Show simple item record Park, Hun Myoung 2015-03-25T20:07:27Z 2015-03-25T20:07:27Z
dc.description.abstract Descriptive statistics provide important information about variables to be analyzed. Mean, median, and mode measure central tendency of a variable. Measures of dispersion include variance, standard deviation, range, and interquantile range (IQR). Researchers may draw a histogram, stem-and-leaf plot, or box plot to see how a variable is distributed. Statistical methods are based on various underlying assumptions. One common assumption is that a random variable is normally distributed. In many statistical analyses, normality is often conveniently assumed without any empirical evidence or test. But normality is critical in many statistical methods. When this assumption is violated, interpretation and inference may not be reliable or valid. The t-test and ANOVA (Analysis of Variance) compare group means, assuming a variable of interest follows a normal probability distribution. Otherwise, these methods do not make much sense. Figure 1 illustrates the standard normal probability distribution and a bimodal distribution. How can you compare means of these two random variables? There are two ways of testing normality (Table 1). Graphical methods visualize the distributions of random variables or differences between an empirical distribution and a theoretical distribution (e.g., the standard normal distribution). Numerical methods present summary statistics such as skewness and kurtosis, or conduct statistical tests of normality. Graphical methods are intuitive and easy to interpret, while numerical methods provide objective ways of examining normality. en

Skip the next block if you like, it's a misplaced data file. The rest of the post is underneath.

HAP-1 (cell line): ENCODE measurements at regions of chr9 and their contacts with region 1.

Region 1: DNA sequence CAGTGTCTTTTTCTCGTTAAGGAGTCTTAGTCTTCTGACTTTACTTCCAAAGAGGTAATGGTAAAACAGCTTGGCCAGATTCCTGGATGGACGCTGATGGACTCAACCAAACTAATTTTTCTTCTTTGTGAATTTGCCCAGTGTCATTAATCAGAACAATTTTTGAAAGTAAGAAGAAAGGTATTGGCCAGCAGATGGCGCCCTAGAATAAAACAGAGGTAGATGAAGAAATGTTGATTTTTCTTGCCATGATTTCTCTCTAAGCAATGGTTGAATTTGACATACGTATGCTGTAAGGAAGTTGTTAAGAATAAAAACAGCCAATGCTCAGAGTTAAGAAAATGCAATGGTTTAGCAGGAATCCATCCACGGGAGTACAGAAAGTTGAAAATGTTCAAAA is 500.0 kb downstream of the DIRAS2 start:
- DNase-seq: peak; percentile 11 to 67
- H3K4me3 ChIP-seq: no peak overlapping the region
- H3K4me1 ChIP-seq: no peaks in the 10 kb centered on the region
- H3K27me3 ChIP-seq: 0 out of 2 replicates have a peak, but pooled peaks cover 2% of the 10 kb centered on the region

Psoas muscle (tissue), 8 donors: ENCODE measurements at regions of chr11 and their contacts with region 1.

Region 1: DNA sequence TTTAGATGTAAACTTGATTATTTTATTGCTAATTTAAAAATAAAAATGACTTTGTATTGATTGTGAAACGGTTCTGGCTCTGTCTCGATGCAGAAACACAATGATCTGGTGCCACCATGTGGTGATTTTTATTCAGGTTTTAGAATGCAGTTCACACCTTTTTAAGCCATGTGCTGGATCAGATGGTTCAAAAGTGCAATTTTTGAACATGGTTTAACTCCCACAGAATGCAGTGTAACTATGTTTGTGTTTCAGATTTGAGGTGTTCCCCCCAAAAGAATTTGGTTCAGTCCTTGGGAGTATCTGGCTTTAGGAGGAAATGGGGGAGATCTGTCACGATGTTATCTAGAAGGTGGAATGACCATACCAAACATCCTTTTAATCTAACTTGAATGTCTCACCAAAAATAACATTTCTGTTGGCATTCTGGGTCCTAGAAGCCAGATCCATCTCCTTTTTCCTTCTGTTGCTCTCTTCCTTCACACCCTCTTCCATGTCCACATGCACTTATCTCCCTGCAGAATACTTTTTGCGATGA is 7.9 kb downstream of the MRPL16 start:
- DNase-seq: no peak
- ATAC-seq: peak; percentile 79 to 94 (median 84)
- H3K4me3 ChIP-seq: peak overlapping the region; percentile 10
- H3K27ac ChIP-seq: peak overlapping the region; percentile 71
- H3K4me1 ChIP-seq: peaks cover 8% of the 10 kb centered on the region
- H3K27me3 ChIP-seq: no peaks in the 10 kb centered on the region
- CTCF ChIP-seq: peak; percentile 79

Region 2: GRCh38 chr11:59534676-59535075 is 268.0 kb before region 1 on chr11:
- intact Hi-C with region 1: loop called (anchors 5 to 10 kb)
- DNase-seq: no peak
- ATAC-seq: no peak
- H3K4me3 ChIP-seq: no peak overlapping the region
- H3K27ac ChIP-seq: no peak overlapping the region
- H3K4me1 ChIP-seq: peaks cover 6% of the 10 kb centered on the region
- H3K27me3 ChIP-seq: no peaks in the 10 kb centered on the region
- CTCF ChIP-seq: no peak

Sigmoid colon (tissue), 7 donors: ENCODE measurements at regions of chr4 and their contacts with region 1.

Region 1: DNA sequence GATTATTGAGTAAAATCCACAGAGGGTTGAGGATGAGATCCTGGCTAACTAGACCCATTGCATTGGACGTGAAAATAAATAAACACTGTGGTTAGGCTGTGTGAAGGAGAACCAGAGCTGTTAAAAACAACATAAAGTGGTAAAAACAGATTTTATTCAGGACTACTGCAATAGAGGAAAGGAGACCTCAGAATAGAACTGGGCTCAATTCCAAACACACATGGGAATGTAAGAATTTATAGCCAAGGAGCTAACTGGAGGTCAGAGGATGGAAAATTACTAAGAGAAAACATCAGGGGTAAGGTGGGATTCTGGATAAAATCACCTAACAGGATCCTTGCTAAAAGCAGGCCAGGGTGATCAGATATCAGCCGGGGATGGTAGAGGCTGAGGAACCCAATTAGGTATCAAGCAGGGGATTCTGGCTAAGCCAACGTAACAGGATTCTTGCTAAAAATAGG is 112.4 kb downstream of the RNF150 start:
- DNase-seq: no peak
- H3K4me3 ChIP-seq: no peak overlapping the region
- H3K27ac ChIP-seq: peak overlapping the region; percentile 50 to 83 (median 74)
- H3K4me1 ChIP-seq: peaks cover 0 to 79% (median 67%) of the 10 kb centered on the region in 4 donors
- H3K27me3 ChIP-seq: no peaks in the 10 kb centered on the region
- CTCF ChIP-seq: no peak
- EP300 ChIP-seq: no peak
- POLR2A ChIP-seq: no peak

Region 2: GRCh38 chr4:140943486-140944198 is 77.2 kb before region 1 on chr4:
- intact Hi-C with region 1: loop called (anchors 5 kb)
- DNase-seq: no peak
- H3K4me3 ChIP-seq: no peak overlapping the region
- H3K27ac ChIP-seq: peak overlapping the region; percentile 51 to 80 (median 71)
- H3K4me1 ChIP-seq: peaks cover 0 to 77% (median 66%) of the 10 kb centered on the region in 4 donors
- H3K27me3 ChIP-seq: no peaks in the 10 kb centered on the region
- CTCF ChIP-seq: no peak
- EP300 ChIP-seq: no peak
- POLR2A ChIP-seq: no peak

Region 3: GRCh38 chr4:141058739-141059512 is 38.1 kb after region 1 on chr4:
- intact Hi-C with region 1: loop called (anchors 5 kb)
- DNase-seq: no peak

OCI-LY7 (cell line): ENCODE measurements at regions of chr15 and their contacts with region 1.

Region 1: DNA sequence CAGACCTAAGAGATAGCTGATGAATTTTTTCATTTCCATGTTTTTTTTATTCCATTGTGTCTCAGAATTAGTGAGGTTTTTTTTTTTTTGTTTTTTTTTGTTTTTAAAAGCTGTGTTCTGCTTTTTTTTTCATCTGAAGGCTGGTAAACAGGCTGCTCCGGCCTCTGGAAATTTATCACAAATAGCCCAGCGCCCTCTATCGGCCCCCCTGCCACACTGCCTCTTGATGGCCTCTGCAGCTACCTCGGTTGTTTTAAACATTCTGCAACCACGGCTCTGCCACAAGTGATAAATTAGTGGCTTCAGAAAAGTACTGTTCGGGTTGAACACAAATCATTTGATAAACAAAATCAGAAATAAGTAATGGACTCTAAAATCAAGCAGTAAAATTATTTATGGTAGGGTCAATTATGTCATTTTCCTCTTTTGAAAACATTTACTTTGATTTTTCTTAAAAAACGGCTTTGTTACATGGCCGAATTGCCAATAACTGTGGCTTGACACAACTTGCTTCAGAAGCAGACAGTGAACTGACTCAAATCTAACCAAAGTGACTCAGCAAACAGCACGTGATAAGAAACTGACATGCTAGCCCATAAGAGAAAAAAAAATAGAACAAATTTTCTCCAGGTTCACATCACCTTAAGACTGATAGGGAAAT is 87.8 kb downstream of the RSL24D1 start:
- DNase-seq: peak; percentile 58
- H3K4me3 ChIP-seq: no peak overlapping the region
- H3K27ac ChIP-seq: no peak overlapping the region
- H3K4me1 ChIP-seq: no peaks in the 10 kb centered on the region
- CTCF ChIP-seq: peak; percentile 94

dc.rights Copyright 2015 by the Trustees of Indiana University. This content is released under the Creative Commons Attribution 3.0 Unported license ( en
dc.rights.uri en
dc.subject Univariate Analysis, Normality Test, SAS, Stata, and SPSS en
dc.title Univariate Analysis and Normality Test Using SAS, Stata, and SPSS en
dc.altmetrics.display false en

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